Tuesday, July 10, 2012


click photo to enlarge
"You don't know what you've got 'til it's gone", as Joni Mitchell put it in her song, "Big Yellow Taxi". That's certainly true of cobblestones and setts (they are different but are popularly the same). In my youth there were many more cobbled roads to be seen. However, the needs of motor vehicles and their occupants resulted in many such roads and paths being taken up and replaced with smooth tarmac, others simply buried under the newer material. This was a gain for the posteriors of drivers and passengers, and doubtless improved the longevity of car suspensions, but there was a loss to the sense of place when this long-lasting surface disappeared. Eventually people realised what they had done and started to re-instate the popular cobblestones and setts.

As I moved around the country I came to realise that there were regional differences in the materials used as cobbles or for cobble-like road surfaces. Seaside towns often had sea-worn pebbles laid in the eighteenth or nineteenth centuries. In the Yorkshire Dales river-worn beck (stream) stones were commonly seen. Retangularly cut granite setts were used in Scotland, some northern towns and elsewhere if the heavy material could be cost-effectively imported. South coast towns often favoured flint nodules. When I lived in the Yorkshire city of Kingston upon Hull the High Street was paved with pitch-impregnated wooden setts.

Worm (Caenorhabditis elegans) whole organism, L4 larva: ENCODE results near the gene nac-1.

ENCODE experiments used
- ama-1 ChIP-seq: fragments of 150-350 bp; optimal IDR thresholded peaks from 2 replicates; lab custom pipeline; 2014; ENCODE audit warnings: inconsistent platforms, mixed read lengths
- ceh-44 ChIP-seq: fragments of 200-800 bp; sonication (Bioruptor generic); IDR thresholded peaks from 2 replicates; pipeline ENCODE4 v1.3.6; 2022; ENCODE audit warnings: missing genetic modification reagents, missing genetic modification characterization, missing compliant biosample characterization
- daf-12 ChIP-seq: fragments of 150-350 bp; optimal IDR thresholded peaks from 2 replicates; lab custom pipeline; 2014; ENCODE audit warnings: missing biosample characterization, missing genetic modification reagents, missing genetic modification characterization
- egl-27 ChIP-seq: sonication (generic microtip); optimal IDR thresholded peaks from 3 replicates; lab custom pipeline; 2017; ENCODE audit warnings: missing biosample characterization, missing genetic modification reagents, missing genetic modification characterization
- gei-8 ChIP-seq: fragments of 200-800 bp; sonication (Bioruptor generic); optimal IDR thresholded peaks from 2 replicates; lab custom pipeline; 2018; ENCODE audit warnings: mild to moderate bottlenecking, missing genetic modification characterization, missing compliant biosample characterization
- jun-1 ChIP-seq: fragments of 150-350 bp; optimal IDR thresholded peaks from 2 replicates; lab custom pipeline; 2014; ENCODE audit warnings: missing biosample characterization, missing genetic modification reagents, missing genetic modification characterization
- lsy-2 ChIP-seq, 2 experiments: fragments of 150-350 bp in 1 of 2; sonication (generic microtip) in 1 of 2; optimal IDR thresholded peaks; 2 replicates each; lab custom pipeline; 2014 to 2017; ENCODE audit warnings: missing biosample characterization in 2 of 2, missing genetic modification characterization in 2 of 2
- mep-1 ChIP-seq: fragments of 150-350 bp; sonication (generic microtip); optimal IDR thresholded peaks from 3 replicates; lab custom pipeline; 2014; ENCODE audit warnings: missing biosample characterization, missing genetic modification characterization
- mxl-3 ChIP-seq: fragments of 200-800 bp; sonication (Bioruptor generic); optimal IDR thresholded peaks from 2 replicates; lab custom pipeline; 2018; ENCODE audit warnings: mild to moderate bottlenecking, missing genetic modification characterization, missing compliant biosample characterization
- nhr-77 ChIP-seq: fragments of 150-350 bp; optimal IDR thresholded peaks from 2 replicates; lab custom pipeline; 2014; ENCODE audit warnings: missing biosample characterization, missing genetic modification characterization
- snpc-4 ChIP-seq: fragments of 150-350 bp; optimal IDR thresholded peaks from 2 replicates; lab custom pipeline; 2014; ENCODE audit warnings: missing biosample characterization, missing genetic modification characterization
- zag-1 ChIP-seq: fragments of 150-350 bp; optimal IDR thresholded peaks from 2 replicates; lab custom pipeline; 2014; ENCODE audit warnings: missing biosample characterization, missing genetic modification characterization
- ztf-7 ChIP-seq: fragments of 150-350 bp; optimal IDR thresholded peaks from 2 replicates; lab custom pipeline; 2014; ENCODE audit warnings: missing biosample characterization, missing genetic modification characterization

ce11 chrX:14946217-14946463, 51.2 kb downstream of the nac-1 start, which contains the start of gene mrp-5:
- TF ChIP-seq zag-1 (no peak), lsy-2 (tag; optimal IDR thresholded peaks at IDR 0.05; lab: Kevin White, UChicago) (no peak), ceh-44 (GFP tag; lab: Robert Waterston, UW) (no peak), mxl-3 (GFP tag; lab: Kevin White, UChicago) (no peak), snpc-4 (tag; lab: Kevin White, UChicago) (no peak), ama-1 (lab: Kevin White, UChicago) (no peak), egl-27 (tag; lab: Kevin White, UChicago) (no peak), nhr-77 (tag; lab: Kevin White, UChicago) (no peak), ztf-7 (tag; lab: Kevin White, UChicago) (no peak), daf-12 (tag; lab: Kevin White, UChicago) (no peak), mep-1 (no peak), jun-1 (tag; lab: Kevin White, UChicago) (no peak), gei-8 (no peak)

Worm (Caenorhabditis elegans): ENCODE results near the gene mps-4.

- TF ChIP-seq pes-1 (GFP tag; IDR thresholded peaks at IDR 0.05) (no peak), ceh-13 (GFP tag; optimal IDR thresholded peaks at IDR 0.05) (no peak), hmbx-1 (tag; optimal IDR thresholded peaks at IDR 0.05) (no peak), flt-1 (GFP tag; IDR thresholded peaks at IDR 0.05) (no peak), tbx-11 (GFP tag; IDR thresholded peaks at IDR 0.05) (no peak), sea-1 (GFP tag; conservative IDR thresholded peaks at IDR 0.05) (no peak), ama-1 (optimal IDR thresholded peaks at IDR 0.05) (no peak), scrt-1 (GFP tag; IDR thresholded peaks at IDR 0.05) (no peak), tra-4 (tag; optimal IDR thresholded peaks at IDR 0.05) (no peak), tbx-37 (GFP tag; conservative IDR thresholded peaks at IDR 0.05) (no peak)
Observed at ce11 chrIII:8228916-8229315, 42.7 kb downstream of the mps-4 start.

Today many towns have uncovered their buried cobbles and setts and re-laid them. Some have put down new roads, paths and squares using local materials. However, many more have sought the durability and character of setts (in particular) by laying modern, concrete substitutes. These have the advantage of being cheaper whilst giving something of the appearance of the traditional road surface. Moreover, being flatter they make vehicular and pedestrian passage smoother. The disadvantage is that they rarely match original setts made of local materials, and they bring uniformity where regional difference would be preferable. It must be said, though, that they are a welcome break from the monotony of tarmac. Today's example shows some "new setts" in Stamford, Lincolnshire. I have to say that they look fine in this location. So much so that I took this "mouse's-eye view" of them with the backdrop of some of the town's old buildings.

photograph and text © Tony Boughen

Camera: Canon
Mode: Aperture Priority
Focal Length: 17mm
F No: f8
Shutter Speed: 1/320 sec
ISO: 100
Exposure Compensation:  -0.67 EV
Image Stabilisation: On